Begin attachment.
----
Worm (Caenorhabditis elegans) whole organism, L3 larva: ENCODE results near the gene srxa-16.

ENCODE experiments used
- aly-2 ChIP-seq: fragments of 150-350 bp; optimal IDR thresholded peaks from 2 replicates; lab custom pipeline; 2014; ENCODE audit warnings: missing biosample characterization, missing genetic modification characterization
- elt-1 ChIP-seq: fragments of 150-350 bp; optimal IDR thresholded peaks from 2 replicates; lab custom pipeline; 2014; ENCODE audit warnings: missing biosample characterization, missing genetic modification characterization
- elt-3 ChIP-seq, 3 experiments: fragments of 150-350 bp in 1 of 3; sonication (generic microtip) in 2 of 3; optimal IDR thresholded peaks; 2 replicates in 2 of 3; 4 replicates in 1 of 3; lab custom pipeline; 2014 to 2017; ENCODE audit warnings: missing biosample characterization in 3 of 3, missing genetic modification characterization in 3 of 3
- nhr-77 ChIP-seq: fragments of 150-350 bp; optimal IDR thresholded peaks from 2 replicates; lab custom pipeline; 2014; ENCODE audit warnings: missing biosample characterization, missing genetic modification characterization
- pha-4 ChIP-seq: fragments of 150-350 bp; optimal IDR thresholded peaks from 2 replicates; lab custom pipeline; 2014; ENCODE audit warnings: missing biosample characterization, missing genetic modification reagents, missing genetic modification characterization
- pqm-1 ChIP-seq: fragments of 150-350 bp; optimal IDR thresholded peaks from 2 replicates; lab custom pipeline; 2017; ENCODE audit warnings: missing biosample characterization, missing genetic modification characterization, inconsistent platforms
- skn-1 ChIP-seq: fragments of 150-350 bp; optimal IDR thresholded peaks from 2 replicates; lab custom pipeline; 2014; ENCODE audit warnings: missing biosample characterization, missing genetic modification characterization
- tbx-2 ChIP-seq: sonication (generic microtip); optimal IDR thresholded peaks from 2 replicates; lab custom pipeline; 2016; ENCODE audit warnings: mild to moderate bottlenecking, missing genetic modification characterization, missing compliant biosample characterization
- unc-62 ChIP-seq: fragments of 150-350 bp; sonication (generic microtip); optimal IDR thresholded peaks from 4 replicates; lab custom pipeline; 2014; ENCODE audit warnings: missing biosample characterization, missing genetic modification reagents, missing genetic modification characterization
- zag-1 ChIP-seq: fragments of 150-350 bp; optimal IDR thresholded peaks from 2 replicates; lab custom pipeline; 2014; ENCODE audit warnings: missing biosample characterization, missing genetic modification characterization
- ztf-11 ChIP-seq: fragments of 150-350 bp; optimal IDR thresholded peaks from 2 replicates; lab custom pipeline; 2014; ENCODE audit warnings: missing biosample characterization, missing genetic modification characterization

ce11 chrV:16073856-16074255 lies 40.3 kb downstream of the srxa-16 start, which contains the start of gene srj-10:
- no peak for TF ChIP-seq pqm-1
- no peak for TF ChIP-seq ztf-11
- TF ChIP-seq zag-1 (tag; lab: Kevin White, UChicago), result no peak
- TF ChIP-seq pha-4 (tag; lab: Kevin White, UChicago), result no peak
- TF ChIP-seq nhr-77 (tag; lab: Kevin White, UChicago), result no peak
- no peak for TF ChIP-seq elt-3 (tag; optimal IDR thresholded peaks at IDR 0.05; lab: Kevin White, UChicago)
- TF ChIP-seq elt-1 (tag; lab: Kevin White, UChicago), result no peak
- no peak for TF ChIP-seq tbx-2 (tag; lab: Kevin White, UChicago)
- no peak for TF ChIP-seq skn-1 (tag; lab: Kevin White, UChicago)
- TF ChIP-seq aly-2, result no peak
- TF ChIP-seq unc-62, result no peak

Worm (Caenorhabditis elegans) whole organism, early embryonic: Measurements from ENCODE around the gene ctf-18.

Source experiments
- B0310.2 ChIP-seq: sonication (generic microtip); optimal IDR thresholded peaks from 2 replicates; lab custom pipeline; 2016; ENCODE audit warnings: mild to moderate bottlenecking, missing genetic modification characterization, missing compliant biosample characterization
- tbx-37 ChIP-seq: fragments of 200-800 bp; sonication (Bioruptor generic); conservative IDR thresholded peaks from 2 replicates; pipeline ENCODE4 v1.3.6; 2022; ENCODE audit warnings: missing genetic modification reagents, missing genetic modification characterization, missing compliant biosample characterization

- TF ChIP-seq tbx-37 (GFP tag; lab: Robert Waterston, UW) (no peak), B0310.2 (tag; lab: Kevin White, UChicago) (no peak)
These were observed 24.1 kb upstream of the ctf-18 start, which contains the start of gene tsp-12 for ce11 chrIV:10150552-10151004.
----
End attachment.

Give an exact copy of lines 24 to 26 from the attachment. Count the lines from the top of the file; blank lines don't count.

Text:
- TF ChIP-seq aly-2, result no peak
- TF ChIP-seq unc-62, result no peak

Worm (Caenorhabditis elegans) whole organism, early embryonic: Measurements from ENCODE around the gene ctf-18.